In addition, several corporate trade groups are sponsors of Baucus’ conference, including PhRMA (the prescription drug lobby) and AHIP (the health insurance lobby), both of whom know Baucus well from the health care debate. Jim McNerney, the CEO of Boeing and a keynote speaker, also serves as the head of the Business Roundtable, a major industry lobbying group.
This looks like a form of soft corruption from a senator who wields enormous power. Tax reform has already generated an orgy of lobbying in Washington on what has thus far been an under-the-radar issue. But in this case, Big Business can donate to the “non-political” jobs summit and send their CEOs to speak there. It’s not technically called lobbying, but the man with as much power as anyone to lower their corporate tax rates will get to hear from them up-close, interact with them on the side, and generally welcome their efforts to boost the fortunes of his tax-reform pet project, an event Baucus has said he wants to continue after leaving the Senate. In fact, Baucus boasted to reporters that he would discuss tax reform with the many leaders on hand at the summit. This is less a jobs conference than a corporate-underwritten lobbying junket.
Predictably, most of the major speakers on Monday managed to hit the talking point that the best way to create jobs in Montana is to lower the taxes multinational corporations pay. FedEx CEO Fed Smith said, for example, “If the people in this audience and the people of Montana and the people of the United States want to invigorate the American economy, there is a very straightforward path to do so and that is get with Sen. Max Baucus and reform the tax code.” Others highlighted domestic energy production in Montana, home to part of the Bakken shale region, a burgeoning oil exploration site. ConocoPhillips CEO Ryan Lance said in his speech that the Keystone XL pipeline would be critical to carrying Bakken shale gas, along with Canadian tar sands oil, to market. TransCanada, the company behind the pipeline project, is also a sponsor of the Montana Economic Development Summit.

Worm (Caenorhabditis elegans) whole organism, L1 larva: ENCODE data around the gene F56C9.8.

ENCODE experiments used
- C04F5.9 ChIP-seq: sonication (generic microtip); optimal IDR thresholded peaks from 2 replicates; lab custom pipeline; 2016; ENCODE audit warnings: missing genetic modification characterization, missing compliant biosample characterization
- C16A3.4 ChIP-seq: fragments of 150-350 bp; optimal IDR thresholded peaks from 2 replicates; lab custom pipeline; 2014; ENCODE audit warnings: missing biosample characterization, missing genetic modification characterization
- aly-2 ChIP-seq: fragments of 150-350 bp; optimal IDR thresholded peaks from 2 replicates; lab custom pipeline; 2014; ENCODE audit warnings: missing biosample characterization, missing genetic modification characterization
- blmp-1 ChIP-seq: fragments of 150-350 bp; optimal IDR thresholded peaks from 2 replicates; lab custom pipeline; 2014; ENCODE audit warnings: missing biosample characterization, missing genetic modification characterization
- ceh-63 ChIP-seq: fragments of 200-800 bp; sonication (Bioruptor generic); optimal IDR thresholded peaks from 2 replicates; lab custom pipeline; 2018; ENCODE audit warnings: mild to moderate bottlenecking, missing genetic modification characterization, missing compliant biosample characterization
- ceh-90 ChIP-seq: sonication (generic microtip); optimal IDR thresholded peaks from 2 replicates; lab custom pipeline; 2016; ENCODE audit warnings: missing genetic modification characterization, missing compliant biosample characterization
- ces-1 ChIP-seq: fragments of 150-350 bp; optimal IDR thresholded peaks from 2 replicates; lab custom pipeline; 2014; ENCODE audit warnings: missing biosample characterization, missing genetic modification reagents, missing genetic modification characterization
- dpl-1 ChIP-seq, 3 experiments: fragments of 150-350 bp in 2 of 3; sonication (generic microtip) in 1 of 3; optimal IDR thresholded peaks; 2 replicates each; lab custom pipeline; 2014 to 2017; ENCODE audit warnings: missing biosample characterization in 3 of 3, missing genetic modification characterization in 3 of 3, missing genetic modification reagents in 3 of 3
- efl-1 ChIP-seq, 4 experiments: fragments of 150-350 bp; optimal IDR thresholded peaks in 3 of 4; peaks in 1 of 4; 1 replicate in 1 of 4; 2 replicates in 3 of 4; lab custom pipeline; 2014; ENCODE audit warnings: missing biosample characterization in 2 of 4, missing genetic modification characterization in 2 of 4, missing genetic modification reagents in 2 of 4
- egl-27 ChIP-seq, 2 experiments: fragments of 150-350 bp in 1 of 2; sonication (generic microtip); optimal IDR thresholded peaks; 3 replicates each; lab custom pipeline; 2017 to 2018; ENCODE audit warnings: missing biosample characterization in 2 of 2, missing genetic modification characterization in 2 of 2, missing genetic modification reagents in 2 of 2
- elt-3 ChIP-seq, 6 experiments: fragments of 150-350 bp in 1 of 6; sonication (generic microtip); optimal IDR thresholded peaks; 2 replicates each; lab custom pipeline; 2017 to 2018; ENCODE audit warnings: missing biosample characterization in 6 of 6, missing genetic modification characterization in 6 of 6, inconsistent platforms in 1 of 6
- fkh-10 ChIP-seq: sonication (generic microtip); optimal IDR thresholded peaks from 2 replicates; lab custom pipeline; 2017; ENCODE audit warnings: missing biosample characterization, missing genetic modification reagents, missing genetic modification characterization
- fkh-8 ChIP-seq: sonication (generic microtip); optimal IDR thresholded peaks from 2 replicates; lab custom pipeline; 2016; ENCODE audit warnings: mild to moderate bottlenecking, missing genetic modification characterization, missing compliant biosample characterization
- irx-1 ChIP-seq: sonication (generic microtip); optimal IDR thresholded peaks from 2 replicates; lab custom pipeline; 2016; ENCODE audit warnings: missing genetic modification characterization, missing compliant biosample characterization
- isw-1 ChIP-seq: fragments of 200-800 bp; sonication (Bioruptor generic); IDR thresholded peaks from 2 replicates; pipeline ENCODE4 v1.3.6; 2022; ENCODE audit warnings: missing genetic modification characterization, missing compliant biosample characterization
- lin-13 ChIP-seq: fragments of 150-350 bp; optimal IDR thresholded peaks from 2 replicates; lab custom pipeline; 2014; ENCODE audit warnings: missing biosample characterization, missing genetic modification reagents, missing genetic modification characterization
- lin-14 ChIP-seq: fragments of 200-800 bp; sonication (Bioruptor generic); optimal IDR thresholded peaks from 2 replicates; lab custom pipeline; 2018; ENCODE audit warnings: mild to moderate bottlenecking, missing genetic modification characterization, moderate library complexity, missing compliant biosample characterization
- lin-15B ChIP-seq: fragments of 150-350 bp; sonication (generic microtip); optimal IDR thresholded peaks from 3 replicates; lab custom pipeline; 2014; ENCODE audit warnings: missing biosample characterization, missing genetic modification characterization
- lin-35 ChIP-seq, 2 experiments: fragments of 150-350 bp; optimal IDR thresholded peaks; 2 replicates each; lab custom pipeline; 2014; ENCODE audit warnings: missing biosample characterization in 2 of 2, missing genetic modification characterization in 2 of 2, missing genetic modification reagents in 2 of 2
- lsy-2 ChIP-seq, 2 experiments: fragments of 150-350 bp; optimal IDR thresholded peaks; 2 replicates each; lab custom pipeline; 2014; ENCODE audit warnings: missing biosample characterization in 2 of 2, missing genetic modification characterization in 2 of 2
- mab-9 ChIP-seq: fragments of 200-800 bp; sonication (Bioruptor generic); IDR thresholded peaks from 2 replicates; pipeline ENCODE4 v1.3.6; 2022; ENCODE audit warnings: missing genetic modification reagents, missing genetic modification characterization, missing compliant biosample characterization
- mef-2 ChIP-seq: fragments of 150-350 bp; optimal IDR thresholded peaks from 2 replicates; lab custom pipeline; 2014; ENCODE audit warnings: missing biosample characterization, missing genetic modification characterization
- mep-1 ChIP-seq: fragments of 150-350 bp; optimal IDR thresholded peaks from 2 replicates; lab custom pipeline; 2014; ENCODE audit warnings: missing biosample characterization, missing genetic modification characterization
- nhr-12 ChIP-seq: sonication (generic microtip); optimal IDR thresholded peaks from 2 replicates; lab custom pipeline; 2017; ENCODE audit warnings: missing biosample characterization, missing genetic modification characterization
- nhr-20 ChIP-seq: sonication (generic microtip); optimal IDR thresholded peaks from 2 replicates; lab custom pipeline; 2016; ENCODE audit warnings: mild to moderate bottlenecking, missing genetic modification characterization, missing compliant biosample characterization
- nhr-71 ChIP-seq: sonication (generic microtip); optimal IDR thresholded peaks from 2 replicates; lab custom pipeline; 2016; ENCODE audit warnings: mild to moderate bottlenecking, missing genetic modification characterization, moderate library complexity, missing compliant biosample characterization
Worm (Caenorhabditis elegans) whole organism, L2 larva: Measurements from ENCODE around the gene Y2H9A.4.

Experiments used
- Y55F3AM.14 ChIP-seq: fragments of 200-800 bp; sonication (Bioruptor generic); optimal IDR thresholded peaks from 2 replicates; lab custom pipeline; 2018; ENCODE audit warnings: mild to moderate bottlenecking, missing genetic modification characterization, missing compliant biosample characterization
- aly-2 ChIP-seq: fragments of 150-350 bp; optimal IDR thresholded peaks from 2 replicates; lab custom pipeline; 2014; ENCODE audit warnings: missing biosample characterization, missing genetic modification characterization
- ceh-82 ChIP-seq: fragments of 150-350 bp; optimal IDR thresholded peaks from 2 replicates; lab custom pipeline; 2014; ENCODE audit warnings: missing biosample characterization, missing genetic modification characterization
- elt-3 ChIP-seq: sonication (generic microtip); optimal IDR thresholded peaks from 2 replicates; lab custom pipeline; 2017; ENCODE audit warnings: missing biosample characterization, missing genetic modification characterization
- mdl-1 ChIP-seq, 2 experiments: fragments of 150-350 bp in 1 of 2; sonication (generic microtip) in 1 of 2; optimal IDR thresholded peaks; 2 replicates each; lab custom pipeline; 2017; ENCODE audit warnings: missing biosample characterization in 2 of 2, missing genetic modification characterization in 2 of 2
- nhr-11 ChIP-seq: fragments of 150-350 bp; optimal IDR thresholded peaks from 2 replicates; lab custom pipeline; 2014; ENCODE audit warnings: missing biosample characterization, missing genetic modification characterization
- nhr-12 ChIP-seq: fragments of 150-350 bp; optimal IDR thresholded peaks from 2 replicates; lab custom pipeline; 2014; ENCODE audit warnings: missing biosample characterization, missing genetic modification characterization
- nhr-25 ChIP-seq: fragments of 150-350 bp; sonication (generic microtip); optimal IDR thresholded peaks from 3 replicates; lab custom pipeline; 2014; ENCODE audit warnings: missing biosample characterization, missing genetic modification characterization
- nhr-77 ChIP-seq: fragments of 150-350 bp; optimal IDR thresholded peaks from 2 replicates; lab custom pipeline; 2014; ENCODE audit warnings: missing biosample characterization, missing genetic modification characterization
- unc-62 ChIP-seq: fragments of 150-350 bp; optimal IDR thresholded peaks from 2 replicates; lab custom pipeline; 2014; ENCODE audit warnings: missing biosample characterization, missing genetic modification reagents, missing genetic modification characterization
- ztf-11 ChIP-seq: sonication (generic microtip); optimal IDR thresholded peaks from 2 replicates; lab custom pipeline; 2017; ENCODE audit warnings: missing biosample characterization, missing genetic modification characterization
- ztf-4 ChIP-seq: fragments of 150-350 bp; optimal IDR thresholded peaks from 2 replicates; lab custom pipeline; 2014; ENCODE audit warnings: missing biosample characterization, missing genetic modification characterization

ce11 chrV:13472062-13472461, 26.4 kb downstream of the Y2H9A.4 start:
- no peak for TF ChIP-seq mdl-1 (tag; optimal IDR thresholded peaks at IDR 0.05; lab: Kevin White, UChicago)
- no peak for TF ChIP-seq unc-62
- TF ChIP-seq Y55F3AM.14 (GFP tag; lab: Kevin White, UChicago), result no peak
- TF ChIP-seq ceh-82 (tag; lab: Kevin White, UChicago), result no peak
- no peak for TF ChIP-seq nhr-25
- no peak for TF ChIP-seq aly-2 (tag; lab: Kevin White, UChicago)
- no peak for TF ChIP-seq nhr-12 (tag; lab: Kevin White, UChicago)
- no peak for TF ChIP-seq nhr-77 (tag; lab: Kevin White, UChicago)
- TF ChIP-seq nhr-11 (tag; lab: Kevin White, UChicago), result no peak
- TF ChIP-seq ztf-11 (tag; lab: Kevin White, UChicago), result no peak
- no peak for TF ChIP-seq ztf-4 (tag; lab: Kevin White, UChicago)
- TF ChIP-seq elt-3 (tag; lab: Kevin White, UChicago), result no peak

Obviously getting Democrats and Republicans to agree to anything in Congress will be difficult, but with the whole of corporate America behind him, Baucus certainly has a running start. Moreover, Baucus gets to look like a statesman talking jobs for his constituents while achieving his real goals: a high-profile event that made business press headlines and brought more attention to his long-shot tax reform bid. And he added to his Rolodex of those who might need the services of an influential ex-senator come next year, when he’s looking for work.
The 3,000 Montanans at the summit didn’t leave empty-handed either. From the stage, Baucus announced that another event sponsor, Blue Cross/Blue Shield of Montana, planned to open a new call center in Great Falls, bringing 100 to 150 jobs to the city. So in the midst of a staged event designed to build support for multi-billion-dollar tax breaks for the biggest corporations in America, at least a handful of Montanans can realize their dream of becoming customer service representatives.
In a PSA promoting the event, Baucus seemed to back off any responsibility to create jobs from the summit. “I’ll bring the big names to Montana. Then it’s your job to turn handshakes into Montana jobs,” Baucus says in the ad. I’m sure the senator would like to help out with that, but he’s presumably too busy compiling a corporate tax break wish list from the CEOs in attendance.
David Dayen is a contributing writer at Salon.